Customer Service Manager Discusses What Lancair Customers Are
Building And How (Part One)
A few weeks back, Jim
Campbell visited Lancair Kit Aircraft in Redmond, Oregon, where he
got a tour of the company's sophisticated builder-assistance
program just before closing time, and took most of the photos that
you see here. But in the little time he had, he knew he didn't get
the full story.
Most everybody knows that Lancair kits build into fast, sleek
airplanes, with irresistible ramp appeal. Many of the readers of
this news service know that Lancair has won the Sport Class at Reno
for six straight years. But Lancairs have always been fast, sleek
and sexy; what's changed is that they used to have a fearsome
reputation as a lot of work to build (compounded by the sort of
builder the Lancair line attracts: visually oriented
perfectionists). The company always backed builders well, but a
high-performance plane is a demanding kit project.
But not as demanding as it was. A combination of fast-build
product improvements in the kits, and a world-class builders'
assistance program, might not have turned the build-difficulty
tiger into a pussycat, but the word in the field is that the tiger
is tamed. Builders' Assistance gets a lot of the credit.
What was the best way to
get the story on Lancair Builders' Assistance? Turned out that
Lancair managers, Lancair builders, and Jim all had the same idea:
talk to Lancair's veteran Customer Service Manager, Kim Lorentzen
(right)... "she knows the whole deal."
And it's a darned interesting story: Lancair will help you build
a solid, safe airplane, providing anything from one week's builder
assistance, to a ten-week completion program. She even has a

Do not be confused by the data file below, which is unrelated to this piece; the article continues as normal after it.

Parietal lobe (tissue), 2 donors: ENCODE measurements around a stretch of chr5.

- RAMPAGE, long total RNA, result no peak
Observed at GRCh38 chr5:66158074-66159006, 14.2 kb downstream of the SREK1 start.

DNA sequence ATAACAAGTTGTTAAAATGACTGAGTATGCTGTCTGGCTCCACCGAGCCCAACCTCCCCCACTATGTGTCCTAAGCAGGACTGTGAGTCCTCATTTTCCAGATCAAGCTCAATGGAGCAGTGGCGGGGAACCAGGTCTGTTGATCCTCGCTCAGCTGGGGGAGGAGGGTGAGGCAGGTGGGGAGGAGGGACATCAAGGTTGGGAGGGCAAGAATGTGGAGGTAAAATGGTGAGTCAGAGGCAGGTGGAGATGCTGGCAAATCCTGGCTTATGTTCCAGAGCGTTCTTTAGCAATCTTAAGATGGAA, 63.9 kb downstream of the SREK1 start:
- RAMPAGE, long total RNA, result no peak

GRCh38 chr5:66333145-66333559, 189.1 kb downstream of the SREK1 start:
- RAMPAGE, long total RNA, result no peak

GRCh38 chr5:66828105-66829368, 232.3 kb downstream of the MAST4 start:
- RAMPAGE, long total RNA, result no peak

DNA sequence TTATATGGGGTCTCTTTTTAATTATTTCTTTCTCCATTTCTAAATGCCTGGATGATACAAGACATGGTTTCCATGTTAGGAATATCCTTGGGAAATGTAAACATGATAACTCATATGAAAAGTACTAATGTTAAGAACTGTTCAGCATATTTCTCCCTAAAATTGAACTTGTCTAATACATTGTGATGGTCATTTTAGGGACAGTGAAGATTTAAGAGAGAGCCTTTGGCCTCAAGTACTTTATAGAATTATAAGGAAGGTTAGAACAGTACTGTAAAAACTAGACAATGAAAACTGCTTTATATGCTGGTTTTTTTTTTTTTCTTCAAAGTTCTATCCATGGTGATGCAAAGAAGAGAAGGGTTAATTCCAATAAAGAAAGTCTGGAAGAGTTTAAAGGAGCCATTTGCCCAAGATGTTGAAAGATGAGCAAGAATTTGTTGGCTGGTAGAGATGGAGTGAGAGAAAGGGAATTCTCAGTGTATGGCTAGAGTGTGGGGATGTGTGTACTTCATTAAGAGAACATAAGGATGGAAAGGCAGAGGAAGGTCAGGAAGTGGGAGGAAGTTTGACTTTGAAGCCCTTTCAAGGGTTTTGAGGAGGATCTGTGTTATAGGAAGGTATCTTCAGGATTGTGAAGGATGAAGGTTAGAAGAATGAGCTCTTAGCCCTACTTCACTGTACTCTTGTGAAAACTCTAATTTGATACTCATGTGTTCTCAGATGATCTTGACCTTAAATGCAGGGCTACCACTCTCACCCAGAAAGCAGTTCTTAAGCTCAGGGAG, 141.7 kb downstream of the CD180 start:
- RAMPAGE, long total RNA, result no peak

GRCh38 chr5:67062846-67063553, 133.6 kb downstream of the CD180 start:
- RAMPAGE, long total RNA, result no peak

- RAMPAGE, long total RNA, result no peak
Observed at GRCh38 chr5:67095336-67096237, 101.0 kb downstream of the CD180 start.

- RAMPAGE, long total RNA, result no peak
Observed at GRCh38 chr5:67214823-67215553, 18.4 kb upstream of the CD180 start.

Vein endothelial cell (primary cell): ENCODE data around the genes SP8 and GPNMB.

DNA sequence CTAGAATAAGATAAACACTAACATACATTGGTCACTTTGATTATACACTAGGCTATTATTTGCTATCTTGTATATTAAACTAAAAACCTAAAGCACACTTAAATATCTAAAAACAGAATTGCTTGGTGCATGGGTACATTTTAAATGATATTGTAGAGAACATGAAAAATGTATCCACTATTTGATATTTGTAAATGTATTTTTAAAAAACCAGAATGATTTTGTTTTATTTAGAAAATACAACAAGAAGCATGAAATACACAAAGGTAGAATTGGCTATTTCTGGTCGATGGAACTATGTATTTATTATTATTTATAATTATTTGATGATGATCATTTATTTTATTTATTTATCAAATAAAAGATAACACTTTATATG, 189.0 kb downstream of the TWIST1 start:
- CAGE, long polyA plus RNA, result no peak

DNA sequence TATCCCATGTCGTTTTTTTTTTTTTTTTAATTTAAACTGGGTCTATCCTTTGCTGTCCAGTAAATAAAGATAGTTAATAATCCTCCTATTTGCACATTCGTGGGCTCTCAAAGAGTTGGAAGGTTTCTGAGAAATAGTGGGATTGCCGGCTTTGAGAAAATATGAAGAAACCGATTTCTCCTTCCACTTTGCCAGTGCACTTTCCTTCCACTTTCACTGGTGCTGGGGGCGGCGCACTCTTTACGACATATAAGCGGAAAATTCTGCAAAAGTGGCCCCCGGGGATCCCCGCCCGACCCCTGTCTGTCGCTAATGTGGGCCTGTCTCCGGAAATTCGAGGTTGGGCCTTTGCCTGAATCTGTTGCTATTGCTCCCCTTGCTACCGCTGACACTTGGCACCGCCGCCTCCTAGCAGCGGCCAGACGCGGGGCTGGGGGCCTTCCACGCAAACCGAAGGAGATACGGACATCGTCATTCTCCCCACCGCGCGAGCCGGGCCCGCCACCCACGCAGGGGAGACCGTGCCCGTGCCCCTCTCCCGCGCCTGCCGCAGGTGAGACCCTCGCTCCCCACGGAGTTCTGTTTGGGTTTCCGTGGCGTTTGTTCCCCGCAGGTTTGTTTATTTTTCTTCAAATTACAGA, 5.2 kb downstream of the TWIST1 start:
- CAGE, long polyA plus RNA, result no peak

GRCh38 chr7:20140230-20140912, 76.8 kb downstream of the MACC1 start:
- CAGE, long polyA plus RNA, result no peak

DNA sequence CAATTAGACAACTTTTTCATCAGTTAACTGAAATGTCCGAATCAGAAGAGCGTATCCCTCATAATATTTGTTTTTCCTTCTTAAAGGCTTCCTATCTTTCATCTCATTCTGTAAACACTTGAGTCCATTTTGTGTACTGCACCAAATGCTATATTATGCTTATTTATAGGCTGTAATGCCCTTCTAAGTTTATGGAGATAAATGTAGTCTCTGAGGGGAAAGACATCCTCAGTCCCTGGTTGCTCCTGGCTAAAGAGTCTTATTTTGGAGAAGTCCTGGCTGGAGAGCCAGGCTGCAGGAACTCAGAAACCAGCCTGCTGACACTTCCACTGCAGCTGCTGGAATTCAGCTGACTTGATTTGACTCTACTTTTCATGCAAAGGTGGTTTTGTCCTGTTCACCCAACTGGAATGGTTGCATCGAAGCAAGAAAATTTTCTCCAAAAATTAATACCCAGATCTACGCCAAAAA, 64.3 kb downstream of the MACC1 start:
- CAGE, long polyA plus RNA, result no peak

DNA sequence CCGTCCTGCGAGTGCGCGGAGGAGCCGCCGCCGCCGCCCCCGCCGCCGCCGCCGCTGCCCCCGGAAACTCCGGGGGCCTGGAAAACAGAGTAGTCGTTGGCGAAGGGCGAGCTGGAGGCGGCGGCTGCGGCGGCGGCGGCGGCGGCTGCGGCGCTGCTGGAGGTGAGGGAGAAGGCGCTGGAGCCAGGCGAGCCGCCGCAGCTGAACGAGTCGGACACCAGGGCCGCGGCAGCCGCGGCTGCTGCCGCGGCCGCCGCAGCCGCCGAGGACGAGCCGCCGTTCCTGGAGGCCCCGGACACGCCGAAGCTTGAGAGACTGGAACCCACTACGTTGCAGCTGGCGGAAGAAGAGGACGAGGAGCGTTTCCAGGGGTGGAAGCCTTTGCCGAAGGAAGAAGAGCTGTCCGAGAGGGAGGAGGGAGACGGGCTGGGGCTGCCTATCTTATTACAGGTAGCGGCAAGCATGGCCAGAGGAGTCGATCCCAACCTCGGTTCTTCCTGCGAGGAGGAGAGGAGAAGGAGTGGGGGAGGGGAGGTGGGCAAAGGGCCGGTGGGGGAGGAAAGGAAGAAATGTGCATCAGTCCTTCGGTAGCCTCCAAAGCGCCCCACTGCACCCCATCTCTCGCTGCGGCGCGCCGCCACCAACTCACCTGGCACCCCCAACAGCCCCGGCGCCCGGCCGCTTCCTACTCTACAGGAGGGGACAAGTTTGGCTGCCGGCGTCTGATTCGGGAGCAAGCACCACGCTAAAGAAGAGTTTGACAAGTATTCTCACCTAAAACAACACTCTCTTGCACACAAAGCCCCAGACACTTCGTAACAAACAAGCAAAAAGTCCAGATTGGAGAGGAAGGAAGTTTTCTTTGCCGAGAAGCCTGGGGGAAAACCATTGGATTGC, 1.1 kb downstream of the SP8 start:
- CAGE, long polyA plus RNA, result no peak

suggestion for completion-program participants that should ease
their strain a bit. And Lancair follows up with insurance-friendly
training through their contractor, High Performance Flight
Training. So while building and flying a Lancair is not a trivial
undertaking, it doesn't have to be a solitary one.
What all the folks who said, "you have to talk to Kim," didn't
mention was how easy she was to interview, even in the carambolage
of a major trade show. We snuck off into a trailer, started
recording, and... well, let's let Kim take it from there.
Kim Lorentzen: We started the program, I think
it was, in 1997. And we started it with a one-week builder assist
program, and with that, the customer can come in, in one week, and
close out his wings, his horizontal stabilizer and elevator. And
that was, back then, for the Lancair IV.
We then integrated it into the ES, and then when the Legacy was
developed, we did the same; and the first week's always been the
wings and the tail.
Aero-News: So... when the Legacy was developed,
was this always in mind? Was it part of the design process, how the
building would go?
KL: Well, what we wanted, especially with the
Legacy, [was] to make it an easier kit to build. Fewer parts, fewer
options, a reasonable build time -- a more realistic project.
Aero-News: Unfortunately the only Lancair
builders I've known were Lancair IVP builders, and they have horror
stories about doors....
KL: Well, when we started the builder assist
program, we started the one-week, it was about the same time, about
'97, that we came out with a fast-build door, and a fast-build